Click on charts to enlarge, courtesy of Jan Bylov, Nordea Markets. Asset class performance in USD.


Asset class performance in EUR.


Asset class performance in JPY. Note, that Japanese are making loss in all global asset classes, but would have been even better off by sticking with domestic zero yielding cash.

Asset class performance in terms of SDR basket.

Everyone should be negative about USD?

Wednesday, November 03, 2010

The Fed Makes 4% Of Nominal GDP Ponzi-fied Easy

The Fed had to say something today, but everyone knows how many miles they are behind the curve. QE2 broadly in line with expectations of 4% nominal GDP ponzified easy.

BNP Paribas Sees Irish CDS Mapped On Greece

BNP Paribas looks at credit spread history lesson: Ireland 5Y CDS to 700 bps?

Nice Reminders From The Chartology Experts At UBS

While we all await the announcement of QE2 monster, let' s look at some perspectives via charts prepared by technical analysts at UBS.

This seems to be the pattern markets try to follow right now, with short memories. Click on charts to enlarge, courtesy of UBS.


This is the Dow Jones decennial cycle.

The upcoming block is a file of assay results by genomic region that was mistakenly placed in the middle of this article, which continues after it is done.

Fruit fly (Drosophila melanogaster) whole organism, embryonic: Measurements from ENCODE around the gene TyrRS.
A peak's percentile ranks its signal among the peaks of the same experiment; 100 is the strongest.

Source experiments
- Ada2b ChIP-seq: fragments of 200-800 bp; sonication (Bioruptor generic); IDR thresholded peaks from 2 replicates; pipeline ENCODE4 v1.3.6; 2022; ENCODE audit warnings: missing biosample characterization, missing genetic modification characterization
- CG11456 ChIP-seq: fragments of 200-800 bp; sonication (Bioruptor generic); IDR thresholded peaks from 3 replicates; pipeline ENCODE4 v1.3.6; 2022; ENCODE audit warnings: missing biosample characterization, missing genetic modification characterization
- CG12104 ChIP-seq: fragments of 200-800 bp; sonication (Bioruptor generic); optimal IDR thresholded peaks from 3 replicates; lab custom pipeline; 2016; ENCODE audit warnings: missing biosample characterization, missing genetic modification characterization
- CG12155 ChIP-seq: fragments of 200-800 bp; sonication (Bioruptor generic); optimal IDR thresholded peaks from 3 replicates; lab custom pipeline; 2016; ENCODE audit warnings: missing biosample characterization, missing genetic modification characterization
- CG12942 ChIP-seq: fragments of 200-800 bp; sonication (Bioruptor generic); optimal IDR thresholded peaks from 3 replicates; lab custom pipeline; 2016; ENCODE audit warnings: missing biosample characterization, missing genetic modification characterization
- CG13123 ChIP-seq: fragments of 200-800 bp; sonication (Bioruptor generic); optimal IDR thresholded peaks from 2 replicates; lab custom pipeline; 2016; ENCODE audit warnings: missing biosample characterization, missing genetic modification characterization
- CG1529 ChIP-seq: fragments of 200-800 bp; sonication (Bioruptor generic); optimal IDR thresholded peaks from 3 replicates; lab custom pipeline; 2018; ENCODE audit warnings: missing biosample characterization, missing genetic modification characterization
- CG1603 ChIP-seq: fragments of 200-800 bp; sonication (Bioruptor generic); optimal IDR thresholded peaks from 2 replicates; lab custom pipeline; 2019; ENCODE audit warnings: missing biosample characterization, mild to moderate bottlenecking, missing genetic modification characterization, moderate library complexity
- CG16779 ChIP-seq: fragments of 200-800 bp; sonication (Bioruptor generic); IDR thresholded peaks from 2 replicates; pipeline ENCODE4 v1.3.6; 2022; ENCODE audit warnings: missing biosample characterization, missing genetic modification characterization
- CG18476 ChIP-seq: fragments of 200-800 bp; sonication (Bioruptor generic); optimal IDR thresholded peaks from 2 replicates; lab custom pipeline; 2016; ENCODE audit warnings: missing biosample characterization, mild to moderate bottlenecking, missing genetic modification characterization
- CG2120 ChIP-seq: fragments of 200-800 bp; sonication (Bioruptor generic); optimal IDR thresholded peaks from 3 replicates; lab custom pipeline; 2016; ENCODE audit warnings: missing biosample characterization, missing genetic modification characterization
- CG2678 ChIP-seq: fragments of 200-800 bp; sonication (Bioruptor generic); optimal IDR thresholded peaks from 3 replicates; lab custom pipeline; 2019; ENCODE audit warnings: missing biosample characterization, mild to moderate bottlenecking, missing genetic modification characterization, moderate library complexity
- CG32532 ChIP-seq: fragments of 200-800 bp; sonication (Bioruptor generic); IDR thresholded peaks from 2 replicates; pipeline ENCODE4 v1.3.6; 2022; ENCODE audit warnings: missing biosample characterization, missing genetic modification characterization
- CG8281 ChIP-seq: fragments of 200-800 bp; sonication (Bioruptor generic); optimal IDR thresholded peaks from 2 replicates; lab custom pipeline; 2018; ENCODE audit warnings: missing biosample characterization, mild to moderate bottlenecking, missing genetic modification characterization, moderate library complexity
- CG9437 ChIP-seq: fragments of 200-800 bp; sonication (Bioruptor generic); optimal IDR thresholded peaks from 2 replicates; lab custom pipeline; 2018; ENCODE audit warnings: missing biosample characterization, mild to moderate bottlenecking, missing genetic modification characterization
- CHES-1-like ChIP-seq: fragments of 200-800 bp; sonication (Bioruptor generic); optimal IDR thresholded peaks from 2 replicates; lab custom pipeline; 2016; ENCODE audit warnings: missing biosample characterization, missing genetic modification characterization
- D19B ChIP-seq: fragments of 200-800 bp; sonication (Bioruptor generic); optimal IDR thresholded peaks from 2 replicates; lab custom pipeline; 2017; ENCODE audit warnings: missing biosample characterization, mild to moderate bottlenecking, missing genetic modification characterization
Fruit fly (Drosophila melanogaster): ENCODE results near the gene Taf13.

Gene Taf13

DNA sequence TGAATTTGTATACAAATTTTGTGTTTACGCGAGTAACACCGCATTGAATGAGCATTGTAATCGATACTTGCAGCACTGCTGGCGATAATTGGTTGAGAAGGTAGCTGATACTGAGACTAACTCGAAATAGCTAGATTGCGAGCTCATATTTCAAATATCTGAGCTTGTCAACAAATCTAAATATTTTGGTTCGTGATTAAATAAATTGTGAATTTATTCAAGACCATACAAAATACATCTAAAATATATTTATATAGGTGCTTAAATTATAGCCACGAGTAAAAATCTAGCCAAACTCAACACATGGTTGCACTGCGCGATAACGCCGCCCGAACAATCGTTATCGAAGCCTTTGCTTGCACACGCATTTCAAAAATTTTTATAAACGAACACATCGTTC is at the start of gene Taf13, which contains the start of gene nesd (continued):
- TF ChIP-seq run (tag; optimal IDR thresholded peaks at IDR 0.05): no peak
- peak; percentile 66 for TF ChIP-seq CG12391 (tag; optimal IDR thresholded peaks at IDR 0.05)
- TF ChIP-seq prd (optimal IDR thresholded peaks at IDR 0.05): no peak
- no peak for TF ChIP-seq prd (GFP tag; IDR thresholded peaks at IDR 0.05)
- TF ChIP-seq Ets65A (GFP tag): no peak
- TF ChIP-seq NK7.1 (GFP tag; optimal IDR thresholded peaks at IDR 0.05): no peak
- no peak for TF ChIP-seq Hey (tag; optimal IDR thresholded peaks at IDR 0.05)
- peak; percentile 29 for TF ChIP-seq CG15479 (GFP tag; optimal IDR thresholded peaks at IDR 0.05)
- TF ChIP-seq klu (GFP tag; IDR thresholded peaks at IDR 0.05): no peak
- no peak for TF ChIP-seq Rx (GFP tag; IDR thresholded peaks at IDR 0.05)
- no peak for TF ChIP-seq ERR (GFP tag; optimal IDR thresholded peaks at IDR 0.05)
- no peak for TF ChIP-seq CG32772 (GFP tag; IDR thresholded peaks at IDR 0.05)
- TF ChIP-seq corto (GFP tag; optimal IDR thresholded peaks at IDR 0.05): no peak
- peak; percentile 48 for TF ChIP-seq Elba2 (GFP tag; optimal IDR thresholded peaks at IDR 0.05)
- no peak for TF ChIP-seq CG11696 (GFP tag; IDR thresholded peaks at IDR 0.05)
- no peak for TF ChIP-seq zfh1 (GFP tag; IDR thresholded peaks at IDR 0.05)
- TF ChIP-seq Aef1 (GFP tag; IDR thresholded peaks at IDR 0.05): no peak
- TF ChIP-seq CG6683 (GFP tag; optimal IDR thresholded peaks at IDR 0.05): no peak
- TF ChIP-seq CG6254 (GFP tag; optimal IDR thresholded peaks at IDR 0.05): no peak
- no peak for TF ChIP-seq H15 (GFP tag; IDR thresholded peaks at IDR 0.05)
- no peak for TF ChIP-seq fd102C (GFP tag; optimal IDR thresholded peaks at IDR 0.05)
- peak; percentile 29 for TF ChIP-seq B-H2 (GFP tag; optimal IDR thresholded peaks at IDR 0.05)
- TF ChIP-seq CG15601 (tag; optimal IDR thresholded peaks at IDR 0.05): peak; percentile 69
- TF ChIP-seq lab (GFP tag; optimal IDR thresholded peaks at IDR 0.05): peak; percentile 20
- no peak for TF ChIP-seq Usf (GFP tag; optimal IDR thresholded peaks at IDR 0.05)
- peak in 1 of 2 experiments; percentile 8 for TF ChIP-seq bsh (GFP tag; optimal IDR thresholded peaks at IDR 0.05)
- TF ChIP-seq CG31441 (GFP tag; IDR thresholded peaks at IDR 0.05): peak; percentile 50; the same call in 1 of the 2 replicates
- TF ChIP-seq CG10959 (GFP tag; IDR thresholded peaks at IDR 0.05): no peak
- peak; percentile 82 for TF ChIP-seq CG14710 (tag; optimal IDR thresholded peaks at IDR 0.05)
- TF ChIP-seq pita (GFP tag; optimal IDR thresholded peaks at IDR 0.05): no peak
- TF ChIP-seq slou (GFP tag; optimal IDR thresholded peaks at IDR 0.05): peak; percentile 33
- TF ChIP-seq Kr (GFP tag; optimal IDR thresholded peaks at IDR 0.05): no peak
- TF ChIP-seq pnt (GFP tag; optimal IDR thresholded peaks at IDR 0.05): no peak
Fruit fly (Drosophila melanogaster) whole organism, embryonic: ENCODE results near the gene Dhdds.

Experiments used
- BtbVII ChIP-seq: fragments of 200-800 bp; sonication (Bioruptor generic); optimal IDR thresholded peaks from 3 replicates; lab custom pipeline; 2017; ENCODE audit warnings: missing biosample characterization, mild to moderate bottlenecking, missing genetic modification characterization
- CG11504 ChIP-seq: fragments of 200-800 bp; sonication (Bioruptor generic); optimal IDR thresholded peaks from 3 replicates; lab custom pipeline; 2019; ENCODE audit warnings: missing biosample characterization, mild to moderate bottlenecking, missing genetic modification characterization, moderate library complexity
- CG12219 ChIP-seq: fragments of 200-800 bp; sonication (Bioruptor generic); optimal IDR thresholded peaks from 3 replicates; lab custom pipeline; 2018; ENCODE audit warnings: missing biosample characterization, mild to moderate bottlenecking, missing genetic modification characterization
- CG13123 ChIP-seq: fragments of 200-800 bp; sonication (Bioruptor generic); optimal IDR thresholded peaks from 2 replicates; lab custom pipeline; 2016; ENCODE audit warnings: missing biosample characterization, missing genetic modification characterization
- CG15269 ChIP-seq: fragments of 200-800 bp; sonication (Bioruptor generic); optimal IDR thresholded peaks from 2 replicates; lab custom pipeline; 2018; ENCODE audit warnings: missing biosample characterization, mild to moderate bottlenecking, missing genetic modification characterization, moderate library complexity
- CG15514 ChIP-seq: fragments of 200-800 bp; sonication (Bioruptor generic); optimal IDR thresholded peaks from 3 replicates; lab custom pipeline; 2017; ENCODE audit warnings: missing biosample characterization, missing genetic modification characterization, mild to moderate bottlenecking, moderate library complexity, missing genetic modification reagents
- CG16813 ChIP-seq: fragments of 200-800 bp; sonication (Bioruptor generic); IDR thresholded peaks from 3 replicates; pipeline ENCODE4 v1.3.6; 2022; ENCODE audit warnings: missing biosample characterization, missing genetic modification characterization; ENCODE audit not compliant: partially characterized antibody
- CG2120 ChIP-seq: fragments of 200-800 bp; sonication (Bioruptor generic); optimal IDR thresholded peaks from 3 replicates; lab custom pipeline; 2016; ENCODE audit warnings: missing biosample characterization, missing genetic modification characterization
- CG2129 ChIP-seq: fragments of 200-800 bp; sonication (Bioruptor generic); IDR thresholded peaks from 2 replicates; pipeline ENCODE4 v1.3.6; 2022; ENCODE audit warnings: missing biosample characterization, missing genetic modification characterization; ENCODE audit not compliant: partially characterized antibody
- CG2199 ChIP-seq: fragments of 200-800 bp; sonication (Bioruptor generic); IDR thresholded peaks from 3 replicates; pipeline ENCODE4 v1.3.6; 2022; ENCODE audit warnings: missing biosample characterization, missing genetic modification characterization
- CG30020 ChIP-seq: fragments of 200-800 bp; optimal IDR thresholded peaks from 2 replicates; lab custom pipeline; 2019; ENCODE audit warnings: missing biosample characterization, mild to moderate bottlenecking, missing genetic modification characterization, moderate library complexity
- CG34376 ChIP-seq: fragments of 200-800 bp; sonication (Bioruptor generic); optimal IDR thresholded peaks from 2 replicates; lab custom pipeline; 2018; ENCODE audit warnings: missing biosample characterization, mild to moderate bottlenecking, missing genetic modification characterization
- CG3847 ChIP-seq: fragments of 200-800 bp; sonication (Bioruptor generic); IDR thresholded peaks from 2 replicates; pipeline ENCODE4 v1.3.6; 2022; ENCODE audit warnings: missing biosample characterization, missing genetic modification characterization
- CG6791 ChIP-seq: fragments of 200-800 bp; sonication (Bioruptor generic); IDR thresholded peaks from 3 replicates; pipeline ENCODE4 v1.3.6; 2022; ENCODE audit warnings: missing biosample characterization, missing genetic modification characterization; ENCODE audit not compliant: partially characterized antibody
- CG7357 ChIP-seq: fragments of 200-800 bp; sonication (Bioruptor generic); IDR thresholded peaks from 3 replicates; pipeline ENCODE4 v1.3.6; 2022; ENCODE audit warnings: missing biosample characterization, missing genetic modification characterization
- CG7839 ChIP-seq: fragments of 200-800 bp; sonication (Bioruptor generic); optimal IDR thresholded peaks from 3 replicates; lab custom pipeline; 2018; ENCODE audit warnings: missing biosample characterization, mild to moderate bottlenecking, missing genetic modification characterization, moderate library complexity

This is how secular bear markets play out, but note that 70ties were structurally different via high inflation.
I stick to Japanese candle-stick masters, so far ... that assumes a correction to see how strong the bulls are. But that may change quickly.

Tuesday, November 02, 2010

Look At US Equity Bull In Terms Of More Serious Currency

There is a lot of excitement in the US about the stock market performance lately. However, I decided to look at US equities in EURo terms, and not the US dollar that is supposed to be "quantitatively easyfied" again.

This is MSCI USA Standard Core Net Index in EUR, courtesy of MSCI. Click on chart to enlarge.

While a lot of bullishness just before breaking out in terms of more serious currency, the technicals are "rolling over". While true bulls may continue to advance ...